You will be left with the artichoke bottom, topped with the inedible choke. Using a tablespoon, scrape the fuzzy choke off of the bottom. It is very obvious where the choke stops and the bottom begins. It is the bottom of the artichoke that you want to eat. Typically it is served with melted butter, or some kind of dip or dressing. It can be eaten hot or cold, or cut up and added to other dishes such as salads, pastas and eggs. Artichokes have a bad reputation for being fattening because they are usually served with a mayonnaise based sauce or butter. A large artichoke is only about 25 calories so it is only as fattening as what you are serving with it!

Selecting an artichoke: Globe artichokes should be heavy for their size and have a tight leaf formation. Avoid artichokes which are wilting, drying or have mold. Both raw and cooked artichokes can be stored in your refrigerator for up to a week.

Photos from the Beaverton Farmers' Market.

Monday, June 01, 2015

Judge Upholds Jackson County Ban on GMO Crops

It started two years ago when farmers in Jackson County, a largely agricultural region in Southwestern Oregon, found out that for the past decade, genetically modified (GM or GMO) sugar beets had been grown for seed in the county. Moreover, the locations of the 40 fields were being kept secret by the growers. The problem for some local farmers was that since these sugar beets were being grown for seed, this meant that the beets were being allowed to flower and develop pollen.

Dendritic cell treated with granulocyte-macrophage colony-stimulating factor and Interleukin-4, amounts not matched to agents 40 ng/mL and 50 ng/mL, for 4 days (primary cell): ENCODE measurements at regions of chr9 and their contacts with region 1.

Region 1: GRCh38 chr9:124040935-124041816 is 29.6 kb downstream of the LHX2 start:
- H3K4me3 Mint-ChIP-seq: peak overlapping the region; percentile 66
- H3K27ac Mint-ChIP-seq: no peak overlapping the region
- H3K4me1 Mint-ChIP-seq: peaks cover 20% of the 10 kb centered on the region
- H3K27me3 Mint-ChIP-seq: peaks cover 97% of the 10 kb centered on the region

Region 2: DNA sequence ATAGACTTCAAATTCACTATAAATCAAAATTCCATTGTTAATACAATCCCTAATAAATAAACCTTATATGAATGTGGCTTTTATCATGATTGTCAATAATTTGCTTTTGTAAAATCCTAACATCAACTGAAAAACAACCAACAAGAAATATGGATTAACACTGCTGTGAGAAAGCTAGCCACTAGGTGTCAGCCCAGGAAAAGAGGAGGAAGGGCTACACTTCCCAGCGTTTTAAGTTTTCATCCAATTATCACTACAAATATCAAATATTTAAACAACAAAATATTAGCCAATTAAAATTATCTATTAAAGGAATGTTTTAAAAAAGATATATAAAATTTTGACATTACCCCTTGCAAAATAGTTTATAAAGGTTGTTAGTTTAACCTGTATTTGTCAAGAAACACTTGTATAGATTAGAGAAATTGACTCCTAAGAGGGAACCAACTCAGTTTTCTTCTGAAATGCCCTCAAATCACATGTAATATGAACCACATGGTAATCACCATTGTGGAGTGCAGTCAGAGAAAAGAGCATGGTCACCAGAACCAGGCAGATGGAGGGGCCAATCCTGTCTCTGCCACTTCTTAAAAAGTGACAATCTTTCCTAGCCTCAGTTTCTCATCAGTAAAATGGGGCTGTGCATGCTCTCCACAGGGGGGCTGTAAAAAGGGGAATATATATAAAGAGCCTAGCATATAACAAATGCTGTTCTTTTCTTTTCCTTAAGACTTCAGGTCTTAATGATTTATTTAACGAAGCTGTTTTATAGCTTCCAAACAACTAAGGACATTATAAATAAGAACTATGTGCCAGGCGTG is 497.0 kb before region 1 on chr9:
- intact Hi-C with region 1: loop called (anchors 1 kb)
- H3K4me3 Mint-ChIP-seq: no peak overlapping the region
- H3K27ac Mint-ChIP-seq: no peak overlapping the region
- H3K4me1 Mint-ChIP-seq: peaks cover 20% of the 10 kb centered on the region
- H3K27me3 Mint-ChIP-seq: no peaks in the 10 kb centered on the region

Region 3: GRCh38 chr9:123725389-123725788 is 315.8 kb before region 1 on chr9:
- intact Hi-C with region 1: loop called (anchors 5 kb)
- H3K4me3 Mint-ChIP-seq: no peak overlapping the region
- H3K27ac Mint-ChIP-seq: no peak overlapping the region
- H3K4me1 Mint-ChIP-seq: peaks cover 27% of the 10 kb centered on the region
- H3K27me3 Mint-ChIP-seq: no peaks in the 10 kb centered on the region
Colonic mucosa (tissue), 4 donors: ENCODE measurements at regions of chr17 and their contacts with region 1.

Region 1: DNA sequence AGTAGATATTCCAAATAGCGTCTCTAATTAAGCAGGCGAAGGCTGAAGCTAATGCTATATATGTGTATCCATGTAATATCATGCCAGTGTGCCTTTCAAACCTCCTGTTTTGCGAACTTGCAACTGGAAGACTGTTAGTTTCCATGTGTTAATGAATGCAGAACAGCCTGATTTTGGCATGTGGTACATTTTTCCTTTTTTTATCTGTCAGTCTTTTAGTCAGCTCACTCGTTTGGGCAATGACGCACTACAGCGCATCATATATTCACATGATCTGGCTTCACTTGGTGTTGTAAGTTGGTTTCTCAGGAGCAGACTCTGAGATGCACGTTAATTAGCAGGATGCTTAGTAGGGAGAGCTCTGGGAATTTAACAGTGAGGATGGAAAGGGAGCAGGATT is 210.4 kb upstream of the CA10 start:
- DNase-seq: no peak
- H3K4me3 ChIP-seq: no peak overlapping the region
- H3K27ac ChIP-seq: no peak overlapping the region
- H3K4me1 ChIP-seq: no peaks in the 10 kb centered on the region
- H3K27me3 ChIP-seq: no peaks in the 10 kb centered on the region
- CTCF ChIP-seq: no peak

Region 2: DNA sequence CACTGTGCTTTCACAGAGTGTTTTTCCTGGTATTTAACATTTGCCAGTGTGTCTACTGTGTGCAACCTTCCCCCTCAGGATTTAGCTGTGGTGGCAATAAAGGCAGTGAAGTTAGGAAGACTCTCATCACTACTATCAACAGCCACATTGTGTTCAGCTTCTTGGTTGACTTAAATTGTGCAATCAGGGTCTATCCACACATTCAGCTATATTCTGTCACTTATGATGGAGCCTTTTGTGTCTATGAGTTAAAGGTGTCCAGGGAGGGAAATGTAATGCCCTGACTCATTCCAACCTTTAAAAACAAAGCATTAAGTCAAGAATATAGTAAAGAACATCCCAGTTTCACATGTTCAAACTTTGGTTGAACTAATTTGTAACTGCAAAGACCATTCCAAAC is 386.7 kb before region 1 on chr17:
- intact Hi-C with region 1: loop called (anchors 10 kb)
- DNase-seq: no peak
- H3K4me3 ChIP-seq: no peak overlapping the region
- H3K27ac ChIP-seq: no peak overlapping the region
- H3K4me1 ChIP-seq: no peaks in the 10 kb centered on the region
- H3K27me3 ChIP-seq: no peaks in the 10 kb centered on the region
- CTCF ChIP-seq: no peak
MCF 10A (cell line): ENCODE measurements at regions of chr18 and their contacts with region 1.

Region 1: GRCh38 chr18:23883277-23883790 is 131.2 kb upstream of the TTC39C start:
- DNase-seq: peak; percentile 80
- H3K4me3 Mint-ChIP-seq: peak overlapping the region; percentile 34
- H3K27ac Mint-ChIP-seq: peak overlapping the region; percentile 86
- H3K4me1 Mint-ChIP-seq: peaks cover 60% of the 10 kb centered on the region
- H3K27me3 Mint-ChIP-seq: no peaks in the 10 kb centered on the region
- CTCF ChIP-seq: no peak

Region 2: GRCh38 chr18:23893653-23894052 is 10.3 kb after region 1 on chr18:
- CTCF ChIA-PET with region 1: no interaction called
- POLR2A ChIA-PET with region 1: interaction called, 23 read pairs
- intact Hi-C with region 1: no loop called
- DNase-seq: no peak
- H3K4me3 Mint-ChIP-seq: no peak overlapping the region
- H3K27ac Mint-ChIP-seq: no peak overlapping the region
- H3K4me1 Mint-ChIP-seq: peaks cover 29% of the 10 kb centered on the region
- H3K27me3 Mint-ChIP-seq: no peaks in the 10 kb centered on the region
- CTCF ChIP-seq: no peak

The pollen from the sugar beets (left), which one EU study showed can be carried on the wind as far as five miles from the source, could also be picked up and carried by birds, insects, cars and trucks for much greater distances. The pollen from the sugar beets has the potential to cross-pollinate with any member of that family, including table beets. Contamination means that crops can't be sold by organic growers and, even for traditional (non-GMO) farmers, it makes their crops undesirable to a public increasingly opposed to buying what they consider tainted food.

This led to 150 Jackson County farmers, who felt their crops were endangered by contamination from genetically engineered (GE) crops, to initiate what became known as the Jackson County Genetically Modified Organism Ban, Measure 15-119. The measure passed with the support of 66% of county voters despite almost $1 million spent to defeat it by agricultural companies that produce and promote the use of GE seed, including Monsanto, DuPont, Syngenta, Bayer and other chemical corporations.